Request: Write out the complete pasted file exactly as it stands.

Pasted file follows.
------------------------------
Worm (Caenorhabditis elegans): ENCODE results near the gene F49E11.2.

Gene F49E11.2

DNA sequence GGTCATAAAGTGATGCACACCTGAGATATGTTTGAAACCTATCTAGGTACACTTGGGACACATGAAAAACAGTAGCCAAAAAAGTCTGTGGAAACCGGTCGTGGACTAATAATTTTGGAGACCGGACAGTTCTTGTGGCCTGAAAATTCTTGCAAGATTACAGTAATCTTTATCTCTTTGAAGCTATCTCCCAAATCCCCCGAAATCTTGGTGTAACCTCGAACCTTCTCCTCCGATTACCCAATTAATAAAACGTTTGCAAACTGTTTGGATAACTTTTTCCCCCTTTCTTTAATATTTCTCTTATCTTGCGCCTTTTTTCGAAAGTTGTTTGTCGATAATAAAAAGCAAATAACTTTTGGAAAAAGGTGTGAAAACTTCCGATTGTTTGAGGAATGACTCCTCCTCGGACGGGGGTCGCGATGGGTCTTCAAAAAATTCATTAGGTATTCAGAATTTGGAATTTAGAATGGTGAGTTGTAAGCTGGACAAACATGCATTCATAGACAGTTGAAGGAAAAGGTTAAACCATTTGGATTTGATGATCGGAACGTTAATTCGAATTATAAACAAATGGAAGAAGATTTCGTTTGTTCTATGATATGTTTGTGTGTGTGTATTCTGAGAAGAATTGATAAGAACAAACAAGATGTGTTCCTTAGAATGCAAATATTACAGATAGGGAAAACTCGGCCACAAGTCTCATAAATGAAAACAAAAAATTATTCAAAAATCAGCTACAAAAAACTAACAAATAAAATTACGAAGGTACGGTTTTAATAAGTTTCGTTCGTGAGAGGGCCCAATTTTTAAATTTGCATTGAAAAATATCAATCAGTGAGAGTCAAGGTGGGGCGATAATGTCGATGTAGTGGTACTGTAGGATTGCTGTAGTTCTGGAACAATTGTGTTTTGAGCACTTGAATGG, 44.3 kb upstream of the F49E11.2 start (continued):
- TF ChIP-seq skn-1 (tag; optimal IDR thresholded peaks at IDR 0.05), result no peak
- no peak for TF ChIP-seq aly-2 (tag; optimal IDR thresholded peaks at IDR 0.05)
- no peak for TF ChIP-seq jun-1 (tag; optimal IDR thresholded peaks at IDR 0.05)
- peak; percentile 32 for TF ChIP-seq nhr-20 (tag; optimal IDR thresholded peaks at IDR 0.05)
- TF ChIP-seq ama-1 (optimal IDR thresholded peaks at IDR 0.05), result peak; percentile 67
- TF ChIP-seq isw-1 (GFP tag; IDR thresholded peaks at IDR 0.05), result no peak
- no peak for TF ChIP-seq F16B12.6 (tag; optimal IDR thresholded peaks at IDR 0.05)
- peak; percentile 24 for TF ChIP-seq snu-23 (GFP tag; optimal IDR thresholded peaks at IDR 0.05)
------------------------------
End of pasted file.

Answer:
Worm (Caenorhabditis elegans): ENCODE results near the gene F49E11.2.

Gene F49E11.2

DNA sequence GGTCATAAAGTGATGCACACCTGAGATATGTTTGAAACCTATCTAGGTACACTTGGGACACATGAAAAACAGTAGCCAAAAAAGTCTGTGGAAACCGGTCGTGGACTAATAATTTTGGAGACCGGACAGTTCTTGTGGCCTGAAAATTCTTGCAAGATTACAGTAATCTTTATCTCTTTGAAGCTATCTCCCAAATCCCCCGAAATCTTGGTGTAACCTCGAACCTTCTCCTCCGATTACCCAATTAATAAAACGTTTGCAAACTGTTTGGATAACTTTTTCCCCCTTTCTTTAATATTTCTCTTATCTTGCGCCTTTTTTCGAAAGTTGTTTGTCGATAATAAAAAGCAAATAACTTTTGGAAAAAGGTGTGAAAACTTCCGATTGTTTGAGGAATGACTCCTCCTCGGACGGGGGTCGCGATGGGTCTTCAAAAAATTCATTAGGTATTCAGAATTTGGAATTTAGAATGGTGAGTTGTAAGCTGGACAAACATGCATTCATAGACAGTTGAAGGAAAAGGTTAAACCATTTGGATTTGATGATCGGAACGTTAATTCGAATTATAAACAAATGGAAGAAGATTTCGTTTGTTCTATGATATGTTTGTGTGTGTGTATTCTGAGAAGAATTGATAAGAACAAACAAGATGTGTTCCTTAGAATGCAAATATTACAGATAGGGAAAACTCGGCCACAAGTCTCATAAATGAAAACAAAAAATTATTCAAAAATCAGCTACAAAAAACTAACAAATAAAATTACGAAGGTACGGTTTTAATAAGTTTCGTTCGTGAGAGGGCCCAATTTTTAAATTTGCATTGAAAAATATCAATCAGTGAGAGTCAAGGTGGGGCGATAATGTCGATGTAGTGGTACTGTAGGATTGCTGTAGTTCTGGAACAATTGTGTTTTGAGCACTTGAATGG, 44.3 kb upstream of the F49E11.2 start (continued):
- TF ChIP-seq skn-1 (tag; optimal IDR thresholded peaks at IDR 0.05), result no peak
- no peak for TF ChIP-seq aly-2 (tag; optimal IDR thresholded peaks at IDR 0.05)
- no peak for TF ChIP-seq jun-1 (tag; optimal IDR thresholded peaks at IDR 0.05)
- peak; percentile 32 for TF ChIP-seq nhr-20 (tag; optimal IDR thresholded peaks at IDR 0.05)
- TF ChIP-seq ama-1 (optimal IDR thresholded peaks at IDR 0.05), result peak; percentile 67
- TF ChIP-seq isw-1 (GFP tag; IDR thresholded peaks at IDR 0.05), result no peak
- no peak for TF ChIP-seq F16B12.6 (tag; optimal IDR thresholded peaks at IDR 0.05)
- peak; percentile 24 for TF ChIP-seq snu-23 (GFP tag; optimal IDR thresholded peaks at IDR 0.05)